A freelance writer and traveller who likes to explore the spiritual, literary and hidden gems of Adelaide and beyond.
Published January 3rd 2015
Breaking the Code
The Imitation Game was first shown as the closing film at the British Film Festival in 2014. The British really know how to do historical productions to perfection. This is the true story of mathematician Alan Turing.
He is a revered figure and pioneer in information technology. But this film takes us to many other aspects of his turbulent, troubled and gifted life. Some dramatic license has been taken with the plot, which is only apparent to those who have heavily researched his life.
The Imitation Game tells the story of Turing, a child prodigy, portrayed with many autistic traits, a lonely boy from a privileged background who didn't fit in. He has one beloved friend who disappears. Setting the scene for a life of loneliness and isolation.
Turing, the Cambridge mathematician is interviewed and recruited to crack the enigma code. The majority of the film centres on Turing's work at the Government Code and Cypher School at Bletchley Park during the Second World War. There is a meeting of minds here with other code breakers. The interplay of these characters is at the heart of the film. Turing's colleagues are repelled by his arrogant and distant manner. But he does forge a link with a gifted woman mathematician, Joan Clarke who faced her own set of discrimination. The film is able to build up the narrative of espionage, secrecy and subterfuge. All the while a parallel storyline emerges of Turing hiding the man he really is.
The film has garnered much praise for the standout acting performances of its ensemble cast. Particularly for the two lead performances of Benedict Cumberbatch as Alan Turing and Keira Knightly as Joan Clarke. However the whole cast work together exceptionally well.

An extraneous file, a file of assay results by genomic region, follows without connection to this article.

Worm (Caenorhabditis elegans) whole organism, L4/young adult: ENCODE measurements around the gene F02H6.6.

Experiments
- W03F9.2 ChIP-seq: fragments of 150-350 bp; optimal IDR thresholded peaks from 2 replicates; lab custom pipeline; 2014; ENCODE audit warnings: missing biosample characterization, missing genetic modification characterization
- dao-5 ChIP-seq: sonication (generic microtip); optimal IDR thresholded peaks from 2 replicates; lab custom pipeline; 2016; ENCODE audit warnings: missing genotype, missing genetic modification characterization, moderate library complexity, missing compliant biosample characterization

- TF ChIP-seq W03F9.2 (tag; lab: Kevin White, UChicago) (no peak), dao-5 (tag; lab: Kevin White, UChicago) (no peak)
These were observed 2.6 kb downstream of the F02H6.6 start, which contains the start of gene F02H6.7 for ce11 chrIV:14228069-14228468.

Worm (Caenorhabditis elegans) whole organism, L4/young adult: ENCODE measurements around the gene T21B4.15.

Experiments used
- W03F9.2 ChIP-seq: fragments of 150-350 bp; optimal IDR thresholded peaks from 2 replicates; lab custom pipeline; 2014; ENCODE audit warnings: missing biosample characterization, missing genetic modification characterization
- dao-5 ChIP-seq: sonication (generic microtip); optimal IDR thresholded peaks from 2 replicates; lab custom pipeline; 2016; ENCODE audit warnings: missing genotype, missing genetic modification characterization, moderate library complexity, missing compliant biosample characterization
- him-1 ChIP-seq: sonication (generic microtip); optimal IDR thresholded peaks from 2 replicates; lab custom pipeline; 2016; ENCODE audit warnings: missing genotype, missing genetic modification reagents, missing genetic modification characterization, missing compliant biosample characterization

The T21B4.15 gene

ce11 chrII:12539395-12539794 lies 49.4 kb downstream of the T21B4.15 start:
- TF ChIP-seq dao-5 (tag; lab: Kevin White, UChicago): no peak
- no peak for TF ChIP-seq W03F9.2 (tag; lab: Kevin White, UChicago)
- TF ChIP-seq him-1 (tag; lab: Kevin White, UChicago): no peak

There is a side plot of a police investigation into Turing that occurs in the era many years after the war has ended. The police inspector becomes a code breaker of sorts, as he searches for answers. An interview sequence occurs that brings together the ideas of what is human and what is a machine. Turing's only friend is seen as his machine creation, named in the film after his childhood friend. Questions are raised as to how we know if someone is telling the truth. The script is very perceptive, if occasionally overplaying its hand. For example forced dialogue about making a 'digital computer'.
Winston Churchill was a huge admirer of Turing, crediting him with making the single biggest contribution to Allied victory. This makes Turing a heroic figure of his time, which has only recently been given recognition by Queen Elizabeth.
As one who had no background on this story it is better to let the film use its narrative power to tell what came after his time spent as a code breaker. As a modern day viewer it is sometimes easy to frame things in a modern context. To question motives and facts as to how people lived and what choices they made. How could risks possibly be so great, and yet they were.
In the hands of lesser filmmakers a historical biopic could land in the heavy handed category or worse a slow vehicle for a list of facts and figures. Morten Tyldum, the director has kept the pace and intrigue of this story very much alive.
Turing had a mind that needed to solve problems. Not only those of equations and codes, but of logic, philosophy, information and communication. He and this film open up wider questions of modern day surveillance, intelligence and the reasons for fighting a war. A multilayered film that deserves a wide audience.